What game are we all playing instead of E:D?

I am getting fed up with the driving licence points system in Project cars 2. Which is all based on how well/carefully you drive. But this also means, that it all goes out the window, if some idiot rear-ends you.

The funny thing is: You can cheat, the points system. Simply set up you own race and be the only one in the race.
 
Windows 7 on the 4TB drive, Manjaro on the 1TB drive, and 16TB storage drive.
Guess there's a new Proton version out. Might try E: D/+ in Manjaro again. SLI is trash in Linux though and my Titan Black cards are getting a bit old for single card use.

Recently I've been playing more on the Switch, when I play video games.
 
Finally took some time to play Alien:Isolation. What an astonishing anomaly of game design that turned out to be. It's like modern gaming developed along some alternate timeline, a far superior timeline in my opinion, where all the right lessons were learned from the past, all the right decisions were made with respect to the new opportunities afforded by the future, all the right iterations and departures made from established design tropes; and somehow ONE game from this alternate timeline slipped through an interdimensional portal into our world. Nobody makes games like this. Nobody is even trying to make games like this.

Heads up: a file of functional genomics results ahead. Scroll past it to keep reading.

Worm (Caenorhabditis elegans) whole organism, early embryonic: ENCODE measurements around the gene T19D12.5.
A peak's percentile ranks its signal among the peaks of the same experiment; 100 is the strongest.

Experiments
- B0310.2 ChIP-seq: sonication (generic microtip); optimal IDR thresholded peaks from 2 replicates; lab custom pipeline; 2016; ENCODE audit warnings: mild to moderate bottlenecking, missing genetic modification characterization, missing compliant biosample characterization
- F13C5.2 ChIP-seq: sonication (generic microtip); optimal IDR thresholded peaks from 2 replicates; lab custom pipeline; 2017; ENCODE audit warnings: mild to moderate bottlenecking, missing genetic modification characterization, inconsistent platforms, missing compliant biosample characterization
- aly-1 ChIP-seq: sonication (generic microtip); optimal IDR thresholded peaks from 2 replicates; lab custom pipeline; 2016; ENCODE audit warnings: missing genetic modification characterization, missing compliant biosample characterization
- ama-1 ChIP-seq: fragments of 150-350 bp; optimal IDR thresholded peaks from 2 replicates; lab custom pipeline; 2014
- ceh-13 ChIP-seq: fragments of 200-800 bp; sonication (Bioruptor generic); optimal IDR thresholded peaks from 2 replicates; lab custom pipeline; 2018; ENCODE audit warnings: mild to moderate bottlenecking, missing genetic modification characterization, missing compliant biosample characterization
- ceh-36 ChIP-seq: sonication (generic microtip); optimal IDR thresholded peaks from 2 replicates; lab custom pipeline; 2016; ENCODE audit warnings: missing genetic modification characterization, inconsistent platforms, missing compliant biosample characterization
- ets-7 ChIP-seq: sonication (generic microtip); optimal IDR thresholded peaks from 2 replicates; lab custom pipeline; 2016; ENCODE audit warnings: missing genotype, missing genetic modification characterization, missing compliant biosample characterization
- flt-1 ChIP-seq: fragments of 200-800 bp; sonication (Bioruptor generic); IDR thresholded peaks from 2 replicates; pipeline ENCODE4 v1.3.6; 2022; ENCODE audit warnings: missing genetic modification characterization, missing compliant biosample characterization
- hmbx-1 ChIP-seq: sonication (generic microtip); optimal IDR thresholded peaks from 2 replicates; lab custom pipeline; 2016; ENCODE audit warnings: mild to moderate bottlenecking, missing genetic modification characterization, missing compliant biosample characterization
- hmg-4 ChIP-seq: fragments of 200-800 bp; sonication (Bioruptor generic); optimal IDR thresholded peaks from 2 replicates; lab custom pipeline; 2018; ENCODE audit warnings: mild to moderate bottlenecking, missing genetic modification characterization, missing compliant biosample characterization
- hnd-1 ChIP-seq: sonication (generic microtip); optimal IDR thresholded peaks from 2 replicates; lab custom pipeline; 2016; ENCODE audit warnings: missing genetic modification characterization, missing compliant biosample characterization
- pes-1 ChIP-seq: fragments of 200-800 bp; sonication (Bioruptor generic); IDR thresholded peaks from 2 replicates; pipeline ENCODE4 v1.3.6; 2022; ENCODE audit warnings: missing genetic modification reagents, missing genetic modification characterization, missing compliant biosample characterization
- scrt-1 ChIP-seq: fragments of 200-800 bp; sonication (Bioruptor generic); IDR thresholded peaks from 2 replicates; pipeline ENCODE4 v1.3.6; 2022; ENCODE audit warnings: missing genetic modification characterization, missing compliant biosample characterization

It is far from perfect, and it made a lousy first impression in the opening hour or so, but wow the authority with which all the elements of the game come together is just undeniable. Every nuance of every feature feels so well considered, and (most importantly) so utterly indifferent to what you are "supposed" to do in game design right now.

Limited savegame options and specific checkpoints? Got em. Mission-critical text and expository story embedded in terminal screens which do not pause the game when you are reading them? Yes, and the resultant paranoid speed-reading creates a type of dramatic tension you never ever see in modern games. Extensive inventory management with encumbrances and multiple combinatorial opportunities for different items? Uh, no thanks - we decided to seamlessly integrate our inventory and crafting system into a consumables-based inventory where you are continually assembling useful objects piece by piece as you scrounge suitable components. Complex Immersive Sim systems which interact to allow for multiple emergent approaches to solving problems? Cool, but no we didn't need that for this type of game - we're just gonna use beautifully presented minigames ala WarioWare, and make them juuuust cognitively, mechanically, and time taxing enough that you're going to still be able to split your attention between doing them and listening fearfully for any signs of incoming danger, and feel super-relieved each time you successfully complete a task. OK, well kickass guns? Ya gotta have kickass weaponry, right? Nah. Oh, so you're doing more of an Amnesia: The Dark Descent thing, where there are no weapons and no combat, just hiding and running away? Oh heck no, there's a surprising amount of combat and a number of classic iconic weapons, from shotguns to flamethrowers, it's just that conventional weapons are entirely the wrong tools for most of the situations your character has found herself in, and recognizing when and where to use said weapons will be a major part of your decision making. The weapons will be largely useless and almost never necessary, but you will nonetheless find yourself clinging to them like a security blanket.